Not sure if your being sarcastic or missed the hypothetical, insert any [x] mundane take for granted object and I imagine its a matter of time before a large majority of things are tracked at the current rate of growth. Either that or you whooshed me with your intended jesting.
        • Just being silly.
        • Additionally, it's not just GPS. RFID is actually almost as sinister. They're cheap, require no stored power source, and could conceivably be inserted into everything you own. While you couldn't be tracked (easily) out in the country, any business or government office you walk into could have an RFID sensor making it possible for you to leave breadcrumbs all over the place.
    • This has nothing to do with a 'police state'. It has everything to do with companies getting more and more data about so they can 'improve' their marketing.

      Its all about trying to sell you more products, nothing more. That the police can use it too is just collateral damage.

  • All cell-phone manufacturers are required to have GPS data for emergency 911 response. This is required by US law. It seems disingenuous that politicians are now upset that this data is being recorded.
    • I thought it was cell network operators that are required to have that data, not phones.

      Even if phones do require it, they most certainly don't require logging it. I can understand caching, say, the last few minutes, maybe a few hours at most - just so that cached information can be quickly transmitted if there's no other data. But iPhone logs that stuff for months.

    • All cell-phone manufacturers are required to have GPS data for emergency 911 response. This is required by US law.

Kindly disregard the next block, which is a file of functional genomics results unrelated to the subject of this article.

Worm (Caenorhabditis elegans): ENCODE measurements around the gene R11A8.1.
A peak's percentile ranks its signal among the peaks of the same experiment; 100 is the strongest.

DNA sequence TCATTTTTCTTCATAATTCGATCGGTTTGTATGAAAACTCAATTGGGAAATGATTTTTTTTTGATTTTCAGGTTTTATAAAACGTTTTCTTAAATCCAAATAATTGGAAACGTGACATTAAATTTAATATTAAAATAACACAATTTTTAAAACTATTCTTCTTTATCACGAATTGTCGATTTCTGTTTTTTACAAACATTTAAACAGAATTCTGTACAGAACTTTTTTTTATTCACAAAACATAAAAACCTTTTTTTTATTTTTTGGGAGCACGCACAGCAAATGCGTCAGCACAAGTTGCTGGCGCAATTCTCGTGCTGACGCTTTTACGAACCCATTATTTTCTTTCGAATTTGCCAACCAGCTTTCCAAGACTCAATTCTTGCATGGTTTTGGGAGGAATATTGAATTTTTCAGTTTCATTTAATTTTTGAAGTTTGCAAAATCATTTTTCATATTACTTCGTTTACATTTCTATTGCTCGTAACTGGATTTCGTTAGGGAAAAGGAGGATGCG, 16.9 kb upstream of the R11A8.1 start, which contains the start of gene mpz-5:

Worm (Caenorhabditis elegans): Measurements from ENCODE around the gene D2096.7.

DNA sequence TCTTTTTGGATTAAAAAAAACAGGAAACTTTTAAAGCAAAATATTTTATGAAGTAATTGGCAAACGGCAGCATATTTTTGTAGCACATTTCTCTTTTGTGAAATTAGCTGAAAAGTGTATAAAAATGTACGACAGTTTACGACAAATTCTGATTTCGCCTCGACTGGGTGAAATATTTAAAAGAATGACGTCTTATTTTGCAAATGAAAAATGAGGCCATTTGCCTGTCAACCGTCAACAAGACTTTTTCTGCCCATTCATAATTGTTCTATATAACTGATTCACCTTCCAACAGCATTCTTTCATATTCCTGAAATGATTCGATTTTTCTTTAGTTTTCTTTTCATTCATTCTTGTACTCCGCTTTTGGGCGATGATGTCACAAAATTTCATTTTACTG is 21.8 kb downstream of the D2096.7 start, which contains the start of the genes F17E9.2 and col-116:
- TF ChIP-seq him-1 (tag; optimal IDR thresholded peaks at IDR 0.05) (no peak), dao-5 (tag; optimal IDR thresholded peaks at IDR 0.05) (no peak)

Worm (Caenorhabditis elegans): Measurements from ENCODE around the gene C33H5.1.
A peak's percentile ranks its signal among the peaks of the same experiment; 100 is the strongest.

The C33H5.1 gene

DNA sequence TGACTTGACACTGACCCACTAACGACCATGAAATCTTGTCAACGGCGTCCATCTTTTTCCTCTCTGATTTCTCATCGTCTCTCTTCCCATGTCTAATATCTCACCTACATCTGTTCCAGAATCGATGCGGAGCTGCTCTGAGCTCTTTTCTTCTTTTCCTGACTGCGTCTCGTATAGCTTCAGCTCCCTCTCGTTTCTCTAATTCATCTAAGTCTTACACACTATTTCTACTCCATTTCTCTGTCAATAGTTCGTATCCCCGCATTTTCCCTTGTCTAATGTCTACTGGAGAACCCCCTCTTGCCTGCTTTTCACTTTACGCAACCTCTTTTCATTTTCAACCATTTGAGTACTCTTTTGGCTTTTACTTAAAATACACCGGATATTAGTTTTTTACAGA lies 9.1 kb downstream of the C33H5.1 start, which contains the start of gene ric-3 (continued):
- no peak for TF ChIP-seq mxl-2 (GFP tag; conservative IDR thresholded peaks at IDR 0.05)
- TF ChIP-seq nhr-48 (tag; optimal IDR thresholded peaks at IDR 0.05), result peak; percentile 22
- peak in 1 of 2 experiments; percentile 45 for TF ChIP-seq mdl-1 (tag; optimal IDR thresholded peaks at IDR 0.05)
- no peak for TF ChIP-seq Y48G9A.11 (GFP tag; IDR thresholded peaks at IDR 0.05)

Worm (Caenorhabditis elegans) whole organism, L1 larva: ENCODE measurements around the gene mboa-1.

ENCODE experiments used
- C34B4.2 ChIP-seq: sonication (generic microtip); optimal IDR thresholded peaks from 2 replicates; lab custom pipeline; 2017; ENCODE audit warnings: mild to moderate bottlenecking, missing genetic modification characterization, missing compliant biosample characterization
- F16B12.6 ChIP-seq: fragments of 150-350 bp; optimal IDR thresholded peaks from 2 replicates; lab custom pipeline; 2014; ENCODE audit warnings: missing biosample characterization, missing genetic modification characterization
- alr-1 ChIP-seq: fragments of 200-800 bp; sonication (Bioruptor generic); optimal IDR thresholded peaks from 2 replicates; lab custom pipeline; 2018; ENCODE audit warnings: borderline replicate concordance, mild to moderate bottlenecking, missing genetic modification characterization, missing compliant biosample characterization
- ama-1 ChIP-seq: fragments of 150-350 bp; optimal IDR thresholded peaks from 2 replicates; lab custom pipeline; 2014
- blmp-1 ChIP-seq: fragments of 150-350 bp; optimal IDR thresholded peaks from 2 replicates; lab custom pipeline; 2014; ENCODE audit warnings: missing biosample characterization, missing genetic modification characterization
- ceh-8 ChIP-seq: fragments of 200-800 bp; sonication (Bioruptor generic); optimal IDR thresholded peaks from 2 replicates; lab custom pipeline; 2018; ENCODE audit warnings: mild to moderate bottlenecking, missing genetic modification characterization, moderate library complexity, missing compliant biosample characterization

Huh? Where do people pull this stuff from? It's possible you're just confused, but the way you phrase that resembles a deliberate misrepresentation more than an honest mistake.

      I believe by law the cellular service provider is required to send any available location information to 911 at the time a call to 911 is made. This means that information about the cell tower the phone is currently using will be sent, along with any coarse triangulation data, and, if the phone has a GPS, the GPS will be activated and

      • I did a bit of research, and it looks like in 2005 a law went into effect in the U.S. that requires a service provider to be able to locate a subscriber within 100 meters when they dial 911. A GPS is not required for this because it can often be obtained using triangulation, but it looks like most providers of even cheap phones started included them anyway.

        So no, the law does not require a GPS in every cellular phone. However, it looks like it may have had the same effect.

      • by tombeard (126886)

        So,does anyone know how this is turned on? I imagine a properly coded sms?

    • All cell-phone manufacturers are required to have GPS data for emergency 911 response. This is required by US law. It seems disingenuous that politicians are now upset that this data is being recorded

      There is no requirement any location data be stored in non-vilotile memory for mobile e911 system to function properly...

      To put it another way...your cell phone keeps records of your SMS sessions. It is disingenuous that you would now be upset that this data is being posted in the front page of the new york times.

  • Apple had acknowledged to Congress last year only that "cell tower and Wi-Fi access point information" is "intermittently" collected and "transmitted to Apple" every 12 hours.

    I seem to remember dozens of people saying "It's just on your phone, it's not like Apple is collecting the data" in the previous thread about this.

    Yet Apple has even said they are collecting it.

    I don't mind anyone being a fainboi, just be honest about it.

    • Apple had acknowledged to Congress last year only that "cell tower and Wi-Fi access point information" is "intermittently" collected and "transmitted to Apple" every 12 hours.